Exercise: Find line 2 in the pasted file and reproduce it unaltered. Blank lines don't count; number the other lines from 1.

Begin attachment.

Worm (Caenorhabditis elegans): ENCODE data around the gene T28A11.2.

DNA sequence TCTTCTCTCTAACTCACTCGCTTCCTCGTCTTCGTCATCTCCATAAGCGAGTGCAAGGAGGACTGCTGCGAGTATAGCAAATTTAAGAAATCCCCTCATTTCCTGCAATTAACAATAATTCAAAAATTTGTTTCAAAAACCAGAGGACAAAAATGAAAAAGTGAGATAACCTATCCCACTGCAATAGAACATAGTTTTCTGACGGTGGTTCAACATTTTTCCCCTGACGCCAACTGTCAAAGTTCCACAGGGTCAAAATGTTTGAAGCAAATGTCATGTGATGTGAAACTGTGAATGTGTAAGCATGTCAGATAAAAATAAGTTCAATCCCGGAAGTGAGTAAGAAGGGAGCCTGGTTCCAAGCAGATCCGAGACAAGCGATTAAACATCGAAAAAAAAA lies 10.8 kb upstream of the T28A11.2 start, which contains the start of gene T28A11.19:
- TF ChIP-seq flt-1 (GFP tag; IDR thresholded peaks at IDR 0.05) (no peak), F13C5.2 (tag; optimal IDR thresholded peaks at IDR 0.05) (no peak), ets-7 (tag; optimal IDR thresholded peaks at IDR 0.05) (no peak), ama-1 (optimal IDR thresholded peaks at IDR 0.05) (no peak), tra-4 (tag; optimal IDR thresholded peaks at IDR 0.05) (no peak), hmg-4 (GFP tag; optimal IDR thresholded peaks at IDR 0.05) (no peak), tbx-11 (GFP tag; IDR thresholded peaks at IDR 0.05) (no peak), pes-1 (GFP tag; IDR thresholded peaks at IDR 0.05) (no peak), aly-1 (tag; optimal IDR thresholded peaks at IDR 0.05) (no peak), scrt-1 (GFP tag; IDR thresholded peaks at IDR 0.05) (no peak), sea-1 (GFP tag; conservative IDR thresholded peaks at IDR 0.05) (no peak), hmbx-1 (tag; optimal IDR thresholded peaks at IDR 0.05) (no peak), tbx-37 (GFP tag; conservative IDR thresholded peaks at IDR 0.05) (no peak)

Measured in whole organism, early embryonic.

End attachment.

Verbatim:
DNA sequence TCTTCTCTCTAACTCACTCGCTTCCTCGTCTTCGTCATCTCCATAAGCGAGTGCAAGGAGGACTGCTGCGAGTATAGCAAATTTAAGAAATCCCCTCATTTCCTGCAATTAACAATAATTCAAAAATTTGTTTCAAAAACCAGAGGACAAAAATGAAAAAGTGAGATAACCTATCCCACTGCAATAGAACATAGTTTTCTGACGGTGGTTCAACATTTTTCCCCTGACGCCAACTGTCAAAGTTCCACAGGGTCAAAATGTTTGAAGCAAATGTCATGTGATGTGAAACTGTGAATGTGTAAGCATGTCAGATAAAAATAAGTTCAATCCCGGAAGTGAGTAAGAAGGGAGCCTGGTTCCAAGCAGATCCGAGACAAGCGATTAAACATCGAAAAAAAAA lies 10.8 kb upstream of the T28A11.2 start, which contains the start of gene T28A11.19: